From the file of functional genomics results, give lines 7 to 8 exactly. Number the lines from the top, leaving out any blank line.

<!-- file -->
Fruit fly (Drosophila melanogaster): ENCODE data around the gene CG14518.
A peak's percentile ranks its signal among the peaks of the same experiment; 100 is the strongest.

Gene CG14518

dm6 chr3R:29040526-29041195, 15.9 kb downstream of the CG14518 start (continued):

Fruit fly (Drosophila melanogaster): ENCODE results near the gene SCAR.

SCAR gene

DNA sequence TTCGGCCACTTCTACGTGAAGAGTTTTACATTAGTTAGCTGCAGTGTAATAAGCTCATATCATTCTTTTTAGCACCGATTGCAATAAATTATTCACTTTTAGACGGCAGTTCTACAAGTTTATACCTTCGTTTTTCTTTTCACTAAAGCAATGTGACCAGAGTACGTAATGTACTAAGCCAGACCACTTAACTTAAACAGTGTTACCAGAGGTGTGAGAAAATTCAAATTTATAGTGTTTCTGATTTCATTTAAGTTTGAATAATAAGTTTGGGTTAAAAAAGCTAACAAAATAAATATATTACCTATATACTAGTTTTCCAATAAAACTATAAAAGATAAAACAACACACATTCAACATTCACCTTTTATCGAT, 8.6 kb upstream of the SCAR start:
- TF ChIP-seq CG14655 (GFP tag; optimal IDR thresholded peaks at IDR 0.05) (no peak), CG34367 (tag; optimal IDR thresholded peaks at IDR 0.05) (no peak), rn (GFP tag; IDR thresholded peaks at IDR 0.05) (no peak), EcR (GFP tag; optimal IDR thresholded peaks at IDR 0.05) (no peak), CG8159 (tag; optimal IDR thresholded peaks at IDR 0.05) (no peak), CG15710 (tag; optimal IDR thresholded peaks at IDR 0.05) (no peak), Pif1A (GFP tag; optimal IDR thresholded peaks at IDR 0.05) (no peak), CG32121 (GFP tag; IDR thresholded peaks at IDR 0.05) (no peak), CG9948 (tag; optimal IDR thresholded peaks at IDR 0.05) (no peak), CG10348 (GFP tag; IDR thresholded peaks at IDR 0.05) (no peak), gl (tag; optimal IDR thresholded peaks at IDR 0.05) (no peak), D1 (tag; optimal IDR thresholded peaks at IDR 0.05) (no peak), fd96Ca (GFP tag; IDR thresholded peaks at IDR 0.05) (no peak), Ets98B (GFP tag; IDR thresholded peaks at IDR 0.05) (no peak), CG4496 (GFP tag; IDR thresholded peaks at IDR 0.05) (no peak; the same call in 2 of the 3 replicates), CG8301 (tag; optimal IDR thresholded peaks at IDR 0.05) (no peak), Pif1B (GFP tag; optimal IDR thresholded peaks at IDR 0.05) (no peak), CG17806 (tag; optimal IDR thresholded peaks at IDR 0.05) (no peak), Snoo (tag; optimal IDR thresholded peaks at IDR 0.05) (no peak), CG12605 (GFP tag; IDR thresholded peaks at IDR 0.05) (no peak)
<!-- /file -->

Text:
DNA sequence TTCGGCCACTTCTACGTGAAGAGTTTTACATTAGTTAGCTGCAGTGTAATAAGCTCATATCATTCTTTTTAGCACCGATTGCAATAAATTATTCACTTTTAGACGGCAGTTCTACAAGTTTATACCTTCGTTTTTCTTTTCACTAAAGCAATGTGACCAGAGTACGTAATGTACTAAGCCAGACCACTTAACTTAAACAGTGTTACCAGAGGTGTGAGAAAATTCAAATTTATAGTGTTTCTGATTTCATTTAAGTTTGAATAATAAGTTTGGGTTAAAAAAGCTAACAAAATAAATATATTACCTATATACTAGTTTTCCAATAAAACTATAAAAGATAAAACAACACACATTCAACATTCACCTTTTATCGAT, 8.6 kb upstream of the SCAR start:
- TF ChIP-seq CG14655 (GFP tag; optimal IDR thresholded peaks at IDR 0.05) (no peak), CG34367 (tag; optimal IDR thresholded peaks at IDR 0.05) (no peak), rn (GFP tag; IDR thresholded peaks at IDR 0.05) (no peak), EcR (GFP tag; optimal IDR thresholded peaks at IDR 0.05) (no peak), CG8159 (tag; optimal IDR thresholded peaks at IDR 0.05) (no peak), CG15710 (tag; optimal IDR thresholded peaks at IDR 0.05) (no peak), Pif1A (GFP tag; optimal IDR thresholded peaks at IDR 0.05) (no peak), CG32121 (GFP tag; IDR thresholded peaks at IDR 0.05) (no peak), CG9948 (tag; optimal IDR thresholded peaks at IDR 0.05) (no peak), CG10348 (GFP tag; IDR thresholded peaks at IDR 0.05) (no peak), gl (tag; optimal IDR thresholded peaks at IDR 0.05) (no peak), D1 (tag; optimal IDR thresholded peaks at IDR 0.05) (no peak), fd96Ca (GFP tag; IDR thresholded peaks at IDR 0.05) (no peak), Ets98B (GFP tag; IDR thresholded peaks at IDR 0.05) (no peak), CG4496 (GFP tag; IDR thresholded peaks at IDR 0.05) (no peak; the same call in 2 of the 3 replicates), CG8301 (tag; optimal IDR thresholded peaks at IDR 0.05) (no peak), Pif1B (GFP tag; optimal IDR thresholded peaks at IDR 0.05) (no peak), CG17806 (tag; optimal IDR thresholded peaks at IDR 0.05) (no peak), Snoo (tag; optimal IDR thresholded peaks at IDR 0.05) (no peak), CG12605 (GFP tag; IDR thresholded peaks at IDR 0.05) (no peak)